US 20020012364 A1
A method of synchronising the replay of audio data sent as data packets in a network of computers is described. The audio data passes from a source station to destination stations within earshot of one another, and each data packet sets out from the source station to respective destination stations at substantially the same time, taking a travel time to reach its destination station. The travel times are distributed over a range of times, and are difficult to predict. The method includes determining the average travel time (or minimum travel time) of a data packet, and providing a delay between the time a given packet is sent and its replay, the delay being adapted such that it corresponds to a predetermined time equal to the average travel time (or minimum travel time) plus a variable time. This results in the synchronisation of audio data replay, because the average travel time (or minimum travel time) is approximately the same for neighbouring destination stations, on average.
1. A method of synchronising the replay of audio data sent as data packets in a network of computers, the audio data being sent from a source station to a plurality of destination stations within earshot of one another, each data packet setting out from the source station to respective destination stations at substantially the same time, each packet taking a travel time to reach its destination station, the travel times having a substantially random distribution over a range of times, the method including determining the average travel time of a packet, and providing a delay between the time a given packet is sent and its replay, the delay being adapted such that it corresponds to a time equal to said average travel time plus a constant time.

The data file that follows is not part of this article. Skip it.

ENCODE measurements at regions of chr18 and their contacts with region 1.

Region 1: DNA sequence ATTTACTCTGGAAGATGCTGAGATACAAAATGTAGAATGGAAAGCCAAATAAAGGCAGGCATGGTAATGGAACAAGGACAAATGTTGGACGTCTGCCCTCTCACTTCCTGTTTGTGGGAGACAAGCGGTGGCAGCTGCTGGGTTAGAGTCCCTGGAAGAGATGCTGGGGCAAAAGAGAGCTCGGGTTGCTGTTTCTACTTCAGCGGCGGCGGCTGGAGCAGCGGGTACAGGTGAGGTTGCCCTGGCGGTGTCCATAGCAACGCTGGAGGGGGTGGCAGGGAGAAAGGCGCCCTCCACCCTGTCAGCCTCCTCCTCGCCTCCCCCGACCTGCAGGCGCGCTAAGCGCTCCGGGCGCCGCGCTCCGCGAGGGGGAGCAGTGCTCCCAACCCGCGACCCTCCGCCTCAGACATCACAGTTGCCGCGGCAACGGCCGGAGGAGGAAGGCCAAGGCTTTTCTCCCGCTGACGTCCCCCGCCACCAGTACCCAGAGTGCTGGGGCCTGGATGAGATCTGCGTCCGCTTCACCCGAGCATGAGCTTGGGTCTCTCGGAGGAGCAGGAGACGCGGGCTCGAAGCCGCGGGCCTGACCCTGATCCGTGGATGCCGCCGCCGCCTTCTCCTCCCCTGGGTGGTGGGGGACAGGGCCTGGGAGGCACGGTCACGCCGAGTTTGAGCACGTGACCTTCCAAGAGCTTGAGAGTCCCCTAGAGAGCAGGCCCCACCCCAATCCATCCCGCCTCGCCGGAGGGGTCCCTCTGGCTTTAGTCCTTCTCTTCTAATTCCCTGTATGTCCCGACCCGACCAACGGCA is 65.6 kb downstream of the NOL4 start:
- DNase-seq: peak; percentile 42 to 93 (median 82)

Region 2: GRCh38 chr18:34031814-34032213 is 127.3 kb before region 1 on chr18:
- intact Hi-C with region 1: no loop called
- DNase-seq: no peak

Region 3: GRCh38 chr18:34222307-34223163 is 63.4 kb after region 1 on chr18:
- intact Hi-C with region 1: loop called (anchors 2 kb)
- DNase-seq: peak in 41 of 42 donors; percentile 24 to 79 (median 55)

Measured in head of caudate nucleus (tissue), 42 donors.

2. A method of synchronising the replay of audio data sent as data packets in a network of computers, the audio data being sent from a source station to a plurality of destination stations within earshot of one another, each data packet setting out from the source station to respective destination stations at substantially the same time, each packet taking a travel time to reach its destination station, the travel times having a distribution over a range of times, the method including determining the minimum travel time of a packet, and providing a delay between the time a given packet is sent and its replay, the delay being adapted to vary such that it corresponds to a time equal to said minimum travel time plus a constant time.
3. A method as claimed in any preceding claim in which the distribution is a normal distribution.
4. A method as claimed in any preceding claim in which the delay time is sufficiently long for several data packets to have arrived at the destination station before the value of the delay and/or average travel time and/or minimum travel time is computed.
 This invention relates to a method of synchronising the replay of audio data in a network of computers.
 Concomitant with the increased popularity of the Internet and intranets in recent years, there has been interest in combining digital data transmission with voice and other audio program content, including Internet radio, internet telephony, voice-mail, and unified messaging. In many businesses, such as financial dealing rooms, each person has a networked computer on their desk in addition to a telephone connected to a telecommunications system.